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What command do I want to issue when I want to know the IP address of the Solaris machine I'm logged onto?

Thanks in advance for any suggestions.


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closed as off topic by casperOne Apr 3 '13 at 12:15

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8 Answers 8

If you're a normal user (i.e., not 'root') ifconfig isn't in your path, but it's the command you want.

More specifically: /usr/sbin/ifconfig -a

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Of course, there may be many interfaces on the box, each with its own IP. – chris Mar 31 '09 at 18:57
Sure. You'll generally have at least two -- the local loopback (lo0) and one or more ethernet connections (on my machine, ce0). – Andrew Mar 31 '09 at 23:38
/usr/sbin/ifconfig -a | awk 'BEGIN { count=0; } { if ( $1 ~ /inet/ ) { count++; if( count==2 ) { print $2; } } }'

This will list down the exact ip address for the machine

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This worked pretty well for me:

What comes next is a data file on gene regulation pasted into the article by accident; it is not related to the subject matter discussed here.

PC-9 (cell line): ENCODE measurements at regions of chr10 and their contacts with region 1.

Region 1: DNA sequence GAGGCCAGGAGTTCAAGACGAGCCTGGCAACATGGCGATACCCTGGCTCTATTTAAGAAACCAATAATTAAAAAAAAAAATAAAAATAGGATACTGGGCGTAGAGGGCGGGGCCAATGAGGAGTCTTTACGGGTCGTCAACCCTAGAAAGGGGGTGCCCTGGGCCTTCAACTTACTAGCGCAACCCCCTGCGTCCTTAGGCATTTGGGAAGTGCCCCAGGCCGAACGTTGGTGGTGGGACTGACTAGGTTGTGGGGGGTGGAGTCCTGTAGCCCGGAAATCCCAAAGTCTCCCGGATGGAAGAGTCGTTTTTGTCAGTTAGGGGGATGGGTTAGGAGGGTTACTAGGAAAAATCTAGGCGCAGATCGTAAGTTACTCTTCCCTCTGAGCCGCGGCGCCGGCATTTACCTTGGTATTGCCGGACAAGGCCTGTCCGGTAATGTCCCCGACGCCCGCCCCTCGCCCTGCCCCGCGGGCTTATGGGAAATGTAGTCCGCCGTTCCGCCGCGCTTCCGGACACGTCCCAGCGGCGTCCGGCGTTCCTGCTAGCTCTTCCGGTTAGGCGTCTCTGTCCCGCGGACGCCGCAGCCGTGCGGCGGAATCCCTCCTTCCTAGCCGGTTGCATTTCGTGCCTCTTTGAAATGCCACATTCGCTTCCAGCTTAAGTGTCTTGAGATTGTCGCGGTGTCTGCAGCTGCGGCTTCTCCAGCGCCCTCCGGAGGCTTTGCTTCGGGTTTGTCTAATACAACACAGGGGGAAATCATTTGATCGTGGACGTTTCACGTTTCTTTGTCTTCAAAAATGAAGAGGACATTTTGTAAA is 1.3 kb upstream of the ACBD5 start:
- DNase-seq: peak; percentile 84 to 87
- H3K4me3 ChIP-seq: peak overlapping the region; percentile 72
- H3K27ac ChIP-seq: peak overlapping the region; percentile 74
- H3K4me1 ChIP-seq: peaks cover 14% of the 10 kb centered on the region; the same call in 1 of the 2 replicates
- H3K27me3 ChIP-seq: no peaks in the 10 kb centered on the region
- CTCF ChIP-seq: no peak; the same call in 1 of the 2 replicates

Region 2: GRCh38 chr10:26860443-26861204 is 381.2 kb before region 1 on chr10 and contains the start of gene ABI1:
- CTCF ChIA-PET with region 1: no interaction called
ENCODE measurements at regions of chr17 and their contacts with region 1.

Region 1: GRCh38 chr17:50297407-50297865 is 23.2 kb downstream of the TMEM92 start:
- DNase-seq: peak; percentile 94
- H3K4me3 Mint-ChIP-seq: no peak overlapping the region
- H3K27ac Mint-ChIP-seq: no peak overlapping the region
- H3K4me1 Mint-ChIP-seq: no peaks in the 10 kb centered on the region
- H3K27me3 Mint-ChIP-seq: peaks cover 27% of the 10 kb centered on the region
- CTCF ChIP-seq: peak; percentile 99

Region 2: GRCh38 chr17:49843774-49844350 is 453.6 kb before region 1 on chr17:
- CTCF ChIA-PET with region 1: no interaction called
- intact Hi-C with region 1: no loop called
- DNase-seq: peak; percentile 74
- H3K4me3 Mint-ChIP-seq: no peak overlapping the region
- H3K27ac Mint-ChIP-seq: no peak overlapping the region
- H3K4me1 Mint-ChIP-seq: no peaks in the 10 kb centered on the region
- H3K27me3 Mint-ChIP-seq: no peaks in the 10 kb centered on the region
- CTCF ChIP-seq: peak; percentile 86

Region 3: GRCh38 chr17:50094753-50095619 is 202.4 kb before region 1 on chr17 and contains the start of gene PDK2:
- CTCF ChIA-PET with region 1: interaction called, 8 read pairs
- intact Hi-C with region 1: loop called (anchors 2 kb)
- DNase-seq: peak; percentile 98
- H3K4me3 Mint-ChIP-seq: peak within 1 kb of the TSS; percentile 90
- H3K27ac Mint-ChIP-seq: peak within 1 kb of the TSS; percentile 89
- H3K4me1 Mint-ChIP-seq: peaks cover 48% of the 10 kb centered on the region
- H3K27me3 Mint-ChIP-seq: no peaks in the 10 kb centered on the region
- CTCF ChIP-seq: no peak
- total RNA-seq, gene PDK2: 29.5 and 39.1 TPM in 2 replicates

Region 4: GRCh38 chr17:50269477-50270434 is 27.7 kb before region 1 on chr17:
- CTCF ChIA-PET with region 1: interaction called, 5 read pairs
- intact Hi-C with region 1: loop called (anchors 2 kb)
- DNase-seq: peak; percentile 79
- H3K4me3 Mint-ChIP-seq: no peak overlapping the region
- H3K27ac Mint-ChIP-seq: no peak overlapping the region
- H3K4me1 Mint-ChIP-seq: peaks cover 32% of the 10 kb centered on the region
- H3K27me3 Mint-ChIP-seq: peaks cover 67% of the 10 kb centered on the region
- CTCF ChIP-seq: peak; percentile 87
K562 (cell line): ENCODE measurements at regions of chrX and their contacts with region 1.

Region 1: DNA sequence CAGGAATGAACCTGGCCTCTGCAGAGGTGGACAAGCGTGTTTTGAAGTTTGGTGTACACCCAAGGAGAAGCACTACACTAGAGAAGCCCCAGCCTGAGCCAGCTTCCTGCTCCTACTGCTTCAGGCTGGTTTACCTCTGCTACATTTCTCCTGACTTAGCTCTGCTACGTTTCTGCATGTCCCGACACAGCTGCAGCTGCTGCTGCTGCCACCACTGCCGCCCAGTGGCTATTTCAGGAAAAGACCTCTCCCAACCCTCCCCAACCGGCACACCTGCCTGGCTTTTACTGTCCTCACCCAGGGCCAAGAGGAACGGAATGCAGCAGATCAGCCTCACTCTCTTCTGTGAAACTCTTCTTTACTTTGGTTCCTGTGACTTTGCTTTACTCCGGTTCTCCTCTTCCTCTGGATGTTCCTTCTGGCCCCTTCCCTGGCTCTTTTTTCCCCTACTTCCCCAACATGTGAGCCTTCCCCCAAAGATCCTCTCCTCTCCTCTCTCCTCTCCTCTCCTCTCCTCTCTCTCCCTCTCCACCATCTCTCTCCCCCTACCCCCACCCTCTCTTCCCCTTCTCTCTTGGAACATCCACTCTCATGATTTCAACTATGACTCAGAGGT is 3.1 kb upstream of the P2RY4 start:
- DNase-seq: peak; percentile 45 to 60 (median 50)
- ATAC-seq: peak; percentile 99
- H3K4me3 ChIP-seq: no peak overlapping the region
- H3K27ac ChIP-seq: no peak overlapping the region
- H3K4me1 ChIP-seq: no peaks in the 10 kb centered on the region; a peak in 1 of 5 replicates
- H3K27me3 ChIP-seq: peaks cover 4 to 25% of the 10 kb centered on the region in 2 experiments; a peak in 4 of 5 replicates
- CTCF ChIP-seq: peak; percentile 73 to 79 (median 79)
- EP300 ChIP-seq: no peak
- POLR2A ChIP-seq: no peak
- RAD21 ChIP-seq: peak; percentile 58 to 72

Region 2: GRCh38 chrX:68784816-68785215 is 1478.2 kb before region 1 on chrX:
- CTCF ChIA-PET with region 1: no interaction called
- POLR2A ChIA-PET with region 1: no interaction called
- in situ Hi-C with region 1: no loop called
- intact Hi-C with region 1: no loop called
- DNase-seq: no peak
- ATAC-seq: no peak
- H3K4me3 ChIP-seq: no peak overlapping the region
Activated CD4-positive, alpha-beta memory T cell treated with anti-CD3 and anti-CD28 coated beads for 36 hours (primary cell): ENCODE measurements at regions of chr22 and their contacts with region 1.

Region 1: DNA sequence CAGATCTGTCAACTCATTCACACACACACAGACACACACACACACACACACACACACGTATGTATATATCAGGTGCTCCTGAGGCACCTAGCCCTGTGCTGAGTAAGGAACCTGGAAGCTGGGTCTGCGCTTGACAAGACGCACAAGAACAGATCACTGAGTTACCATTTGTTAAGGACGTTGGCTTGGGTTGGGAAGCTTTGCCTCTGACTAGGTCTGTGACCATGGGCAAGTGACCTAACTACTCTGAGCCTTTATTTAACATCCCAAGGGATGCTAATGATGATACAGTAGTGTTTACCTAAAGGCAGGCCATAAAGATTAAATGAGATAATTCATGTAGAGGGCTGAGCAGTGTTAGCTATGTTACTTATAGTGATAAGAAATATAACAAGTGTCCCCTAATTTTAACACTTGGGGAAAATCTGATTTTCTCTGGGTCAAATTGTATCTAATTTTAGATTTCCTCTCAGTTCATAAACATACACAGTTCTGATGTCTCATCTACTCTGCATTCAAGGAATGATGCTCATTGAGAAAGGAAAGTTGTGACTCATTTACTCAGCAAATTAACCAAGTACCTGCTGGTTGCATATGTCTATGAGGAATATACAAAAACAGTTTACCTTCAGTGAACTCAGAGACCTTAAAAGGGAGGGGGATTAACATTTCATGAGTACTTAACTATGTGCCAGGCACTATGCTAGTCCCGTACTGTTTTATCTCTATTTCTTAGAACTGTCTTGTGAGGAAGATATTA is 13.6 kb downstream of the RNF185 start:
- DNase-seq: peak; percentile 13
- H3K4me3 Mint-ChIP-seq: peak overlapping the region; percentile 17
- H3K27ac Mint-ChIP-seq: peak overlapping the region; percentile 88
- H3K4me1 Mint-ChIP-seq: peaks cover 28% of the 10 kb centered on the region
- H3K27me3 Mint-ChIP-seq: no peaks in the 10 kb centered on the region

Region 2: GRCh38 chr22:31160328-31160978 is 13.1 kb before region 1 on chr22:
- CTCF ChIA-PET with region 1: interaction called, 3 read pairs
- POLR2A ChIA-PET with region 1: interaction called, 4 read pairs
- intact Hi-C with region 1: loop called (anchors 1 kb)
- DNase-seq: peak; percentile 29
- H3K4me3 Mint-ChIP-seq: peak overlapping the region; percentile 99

ping -s my_host_name

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Try the ifconfig command.

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There's also:

getent $HOSTNAME

or possibly:

getent `uname -n`

On Solaris 11 the ifconfig command is considered legacy and is being replaced by ipadm

ipadm show-addr

will show the IP addresses on the system for Solaris 11 and later.

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The getent command takes a database as an argument. Perhaps you meant getent hosts $HOSTNAME or getent hosts `uname -n` – Scott Centoni Sep 11 '14 at 15:46

hostname and uname will give you the name of the host. Then use nslookup to translate that to an IP address.

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The following shell script gives a nice tabular result of interfaces and IP addresses (excluding the loopback interface) It has been tested on a Solaris box

/usr/sbin/ifconfig -a | awk '/flags/ {printf $1" "} /inet/ {print $2}' | grep -v lo

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/usr/sbin/host `hostname`

should do the trick. Bear in mind that it's a pretty common configuration for a solaris box to have several IP addresses, though, in which case

 /usr/sbin/ifconfig -a inet | awk '/inet/ {print $2}'

will list them all

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